import java.beans.PropertyEditorSupport
import java.text.SimpleDateFormat
import java.text.ParseException

* A property editor that allows for handling many different
* date formats at once (as opposed to Spring's default CustomDateEditor
* which only handles one date format configured at instantiation)
* This class is modified from information found at:
class CustomDateEditor extends PropertyEditorSupport {

private final List< String> formats

CustomDateEditor() {
// in our production code, we get the formats from our Grails config
def formats = [ "yyyyMMdd-HHmmss", "yyyy-mm-dd HH:mm:ss.S" ]
List< String> formatList = new ArrayList< String>(formats.size())
formats.each { format ->
formatList << format.toString() // Force String values (eg. for GStrings)
this.formats = Collections.unmodifiableList(formatList)

def String getAsText() {
return this.value.toString()

def void setAsText(String s) throws IllegalArgumentException {
if (s) {
formats.each { format ->
def df = new SimpleDateFormat(format)
try {
this.value = df.parse(s)
} catch (ParseException e) {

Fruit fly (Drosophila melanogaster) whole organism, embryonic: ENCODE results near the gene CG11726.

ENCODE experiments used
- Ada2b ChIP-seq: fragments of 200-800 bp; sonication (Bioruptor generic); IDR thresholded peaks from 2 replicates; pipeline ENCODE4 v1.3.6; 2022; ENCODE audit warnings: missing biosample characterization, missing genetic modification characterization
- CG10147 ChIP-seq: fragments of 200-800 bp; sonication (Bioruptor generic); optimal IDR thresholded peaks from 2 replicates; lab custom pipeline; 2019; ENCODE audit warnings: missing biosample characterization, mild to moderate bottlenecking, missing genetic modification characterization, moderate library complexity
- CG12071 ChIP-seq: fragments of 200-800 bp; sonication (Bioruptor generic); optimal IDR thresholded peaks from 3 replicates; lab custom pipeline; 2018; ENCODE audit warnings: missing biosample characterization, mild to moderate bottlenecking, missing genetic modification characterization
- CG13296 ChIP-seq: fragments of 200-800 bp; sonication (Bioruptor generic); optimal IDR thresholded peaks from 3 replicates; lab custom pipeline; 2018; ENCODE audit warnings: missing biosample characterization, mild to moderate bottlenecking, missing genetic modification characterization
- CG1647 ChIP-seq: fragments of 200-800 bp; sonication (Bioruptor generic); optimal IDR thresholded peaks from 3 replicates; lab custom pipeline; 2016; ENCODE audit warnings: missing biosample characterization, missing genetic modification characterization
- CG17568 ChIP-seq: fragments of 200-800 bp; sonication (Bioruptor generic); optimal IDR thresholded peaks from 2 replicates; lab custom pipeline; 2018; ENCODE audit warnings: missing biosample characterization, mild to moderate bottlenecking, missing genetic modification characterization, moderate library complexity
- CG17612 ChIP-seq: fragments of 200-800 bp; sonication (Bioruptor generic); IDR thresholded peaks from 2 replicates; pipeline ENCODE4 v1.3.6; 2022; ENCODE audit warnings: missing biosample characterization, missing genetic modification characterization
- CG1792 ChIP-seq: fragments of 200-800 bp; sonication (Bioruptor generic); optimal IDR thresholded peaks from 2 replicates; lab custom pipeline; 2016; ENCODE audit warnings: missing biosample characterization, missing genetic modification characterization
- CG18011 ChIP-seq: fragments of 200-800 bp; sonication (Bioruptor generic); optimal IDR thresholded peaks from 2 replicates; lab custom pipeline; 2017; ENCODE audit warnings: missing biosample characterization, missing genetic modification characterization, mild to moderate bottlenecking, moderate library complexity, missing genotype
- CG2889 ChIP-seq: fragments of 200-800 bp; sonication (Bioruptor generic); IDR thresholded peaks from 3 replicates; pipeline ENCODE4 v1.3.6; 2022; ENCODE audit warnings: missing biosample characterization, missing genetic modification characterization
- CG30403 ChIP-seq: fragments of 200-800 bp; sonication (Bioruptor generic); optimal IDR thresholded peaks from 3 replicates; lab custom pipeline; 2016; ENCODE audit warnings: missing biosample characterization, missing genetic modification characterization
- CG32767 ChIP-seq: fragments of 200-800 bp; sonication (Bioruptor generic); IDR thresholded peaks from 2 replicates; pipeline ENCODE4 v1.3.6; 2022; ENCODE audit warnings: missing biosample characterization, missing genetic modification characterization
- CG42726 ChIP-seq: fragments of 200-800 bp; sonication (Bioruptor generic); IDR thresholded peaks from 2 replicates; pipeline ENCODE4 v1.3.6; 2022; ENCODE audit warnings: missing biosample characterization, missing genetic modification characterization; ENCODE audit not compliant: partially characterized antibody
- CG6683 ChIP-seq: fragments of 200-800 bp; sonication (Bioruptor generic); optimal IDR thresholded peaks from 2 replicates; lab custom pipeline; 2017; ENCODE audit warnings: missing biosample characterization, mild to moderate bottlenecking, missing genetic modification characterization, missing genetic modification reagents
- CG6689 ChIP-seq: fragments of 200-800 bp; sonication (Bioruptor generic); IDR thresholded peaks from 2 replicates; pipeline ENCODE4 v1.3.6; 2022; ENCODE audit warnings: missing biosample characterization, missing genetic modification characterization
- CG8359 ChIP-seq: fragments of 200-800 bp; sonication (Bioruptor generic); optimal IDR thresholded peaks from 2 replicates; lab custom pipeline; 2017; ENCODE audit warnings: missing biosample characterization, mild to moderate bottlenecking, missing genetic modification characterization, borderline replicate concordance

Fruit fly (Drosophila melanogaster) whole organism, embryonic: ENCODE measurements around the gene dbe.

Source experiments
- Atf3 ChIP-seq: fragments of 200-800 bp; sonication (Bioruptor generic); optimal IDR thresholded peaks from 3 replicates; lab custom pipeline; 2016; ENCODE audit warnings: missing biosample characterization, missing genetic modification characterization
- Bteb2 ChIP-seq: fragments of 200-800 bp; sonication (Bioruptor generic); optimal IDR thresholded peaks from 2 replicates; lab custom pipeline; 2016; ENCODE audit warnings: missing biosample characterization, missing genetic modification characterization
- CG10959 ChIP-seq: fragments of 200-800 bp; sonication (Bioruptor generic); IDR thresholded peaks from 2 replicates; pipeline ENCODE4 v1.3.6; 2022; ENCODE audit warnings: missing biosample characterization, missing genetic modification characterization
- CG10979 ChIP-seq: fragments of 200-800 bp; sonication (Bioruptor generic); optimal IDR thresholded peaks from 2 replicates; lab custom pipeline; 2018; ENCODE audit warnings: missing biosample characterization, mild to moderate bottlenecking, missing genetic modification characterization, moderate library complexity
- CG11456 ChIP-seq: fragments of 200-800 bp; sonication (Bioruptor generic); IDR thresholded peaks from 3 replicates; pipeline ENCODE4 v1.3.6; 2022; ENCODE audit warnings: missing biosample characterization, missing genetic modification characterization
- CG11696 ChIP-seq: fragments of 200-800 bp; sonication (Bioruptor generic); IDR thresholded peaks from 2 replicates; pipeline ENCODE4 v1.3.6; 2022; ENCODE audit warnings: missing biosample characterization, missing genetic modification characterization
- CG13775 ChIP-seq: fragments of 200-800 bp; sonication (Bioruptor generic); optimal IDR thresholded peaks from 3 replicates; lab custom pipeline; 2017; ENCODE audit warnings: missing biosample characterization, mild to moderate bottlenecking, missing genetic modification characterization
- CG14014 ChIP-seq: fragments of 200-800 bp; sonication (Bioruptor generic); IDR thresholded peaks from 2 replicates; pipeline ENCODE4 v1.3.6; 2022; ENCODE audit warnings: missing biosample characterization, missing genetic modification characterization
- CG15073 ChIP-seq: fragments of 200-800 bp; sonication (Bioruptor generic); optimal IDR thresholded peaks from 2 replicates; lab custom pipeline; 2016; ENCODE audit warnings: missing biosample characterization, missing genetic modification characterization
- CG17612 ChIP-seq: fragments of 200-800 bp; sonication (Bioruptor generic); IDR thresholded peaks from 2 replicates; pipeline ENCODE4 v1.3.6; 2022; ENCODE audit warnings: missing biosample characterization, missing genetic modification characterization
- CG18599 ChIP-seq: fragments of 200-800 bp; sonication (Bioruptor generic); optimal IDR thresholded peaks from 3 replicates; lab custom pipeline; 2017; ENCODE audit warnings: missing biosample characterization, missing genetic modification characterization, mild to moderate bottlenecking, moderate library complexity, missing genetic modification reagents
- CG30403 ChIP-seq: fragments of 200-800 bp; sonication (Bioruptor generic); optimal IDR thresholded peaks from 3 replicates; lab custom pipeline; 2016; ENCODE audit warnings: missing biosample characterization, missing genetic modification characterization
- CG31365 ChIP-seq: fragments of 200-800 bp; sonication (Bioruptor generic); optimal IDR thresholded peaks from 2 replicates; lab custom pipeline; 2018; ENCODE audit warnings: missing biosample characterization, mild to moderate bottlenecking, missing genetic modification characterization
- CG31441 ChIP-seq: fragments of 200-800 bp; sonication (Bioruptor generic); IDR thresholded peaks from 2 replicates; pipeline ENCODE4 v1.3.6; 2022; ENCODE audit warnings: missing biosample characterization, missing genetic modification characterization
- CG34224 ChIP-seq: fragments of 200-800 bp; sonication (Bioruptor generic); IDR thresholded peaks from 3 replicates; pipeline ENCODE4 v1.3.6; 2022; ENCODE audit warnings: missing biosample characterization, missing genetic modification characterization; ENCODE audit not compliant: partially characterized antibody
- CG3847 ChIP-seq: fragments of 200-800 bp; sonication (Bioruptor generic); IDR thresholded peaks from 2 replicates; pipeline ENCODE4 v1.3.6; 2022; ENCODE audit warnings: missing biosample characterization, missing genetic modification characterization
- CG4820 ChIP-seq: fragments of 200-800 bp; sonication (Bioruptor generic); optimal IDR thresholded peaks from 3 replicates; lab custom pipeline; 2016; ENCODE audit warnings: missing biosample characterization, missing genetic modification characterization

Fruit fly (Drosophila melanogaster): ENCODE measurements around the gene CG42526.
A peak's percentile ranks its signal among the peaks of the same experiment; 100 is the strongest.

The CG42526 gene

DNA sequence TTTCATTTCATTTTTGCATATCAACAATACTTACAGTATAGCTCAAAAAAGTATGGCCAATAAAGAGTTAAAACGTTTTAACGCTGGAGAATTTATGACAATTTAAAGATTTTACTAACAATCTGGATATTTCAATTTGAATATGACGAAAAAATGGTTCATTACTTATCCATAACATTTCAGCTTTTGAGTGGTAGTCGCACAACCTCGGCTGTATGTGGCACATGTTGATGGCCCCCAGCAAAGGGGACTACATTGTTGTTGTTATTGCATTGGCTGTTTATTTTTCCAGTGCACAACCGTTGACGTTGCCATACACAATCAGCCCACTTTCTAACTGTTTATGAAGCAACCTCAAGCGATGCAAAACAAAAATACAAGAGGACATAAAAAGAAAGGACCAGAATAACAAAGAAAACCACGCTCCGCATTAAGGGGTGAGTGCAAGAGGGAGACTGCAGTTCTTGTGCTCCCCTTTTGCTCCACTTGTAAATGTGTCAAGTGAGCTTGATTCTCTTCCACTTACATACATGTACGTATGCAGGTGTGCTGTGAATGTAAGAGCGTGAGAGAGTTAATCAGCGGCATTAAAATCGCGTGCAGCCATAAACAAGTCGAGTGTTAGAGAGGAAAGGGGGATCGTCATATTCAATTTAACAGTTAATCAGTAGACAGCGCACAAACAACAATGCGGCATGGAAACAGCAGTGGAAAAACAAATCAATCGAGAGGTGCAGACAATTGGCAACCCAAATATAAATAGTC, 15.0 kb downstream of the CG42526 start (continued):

// Ignore

Next, we wanted to make this custom Date editor available across the application, so we added it to our resources.groovy Spring config:

beans = {
customDateEditor(CustomDateEditor) { bean ->
bean.singleton = false // editors store state so are not thread-safe

Now anywhere we wanted to do type conversion, all our classes needed to do was create a new SimpleTypeConverter, get a CustomDateEditor instance from Spring, and register that editor with the SimpleTypeConverter:

// grailsApplication auto-wired by Grails
def editor = grailsApplication.mainContext.getBean("customDateEditor")
def converter = new SimpleTypeConverter()
converter.registerCustomEditor( Date.class, editor )

With the converter set up and our custom Date editor registered, it was now a simple matter of doing the conversion:

// NOTE: production code determines type dynamically from field being queried
def type = Date.class
def converted = converter.convertIfNecessary( value, type )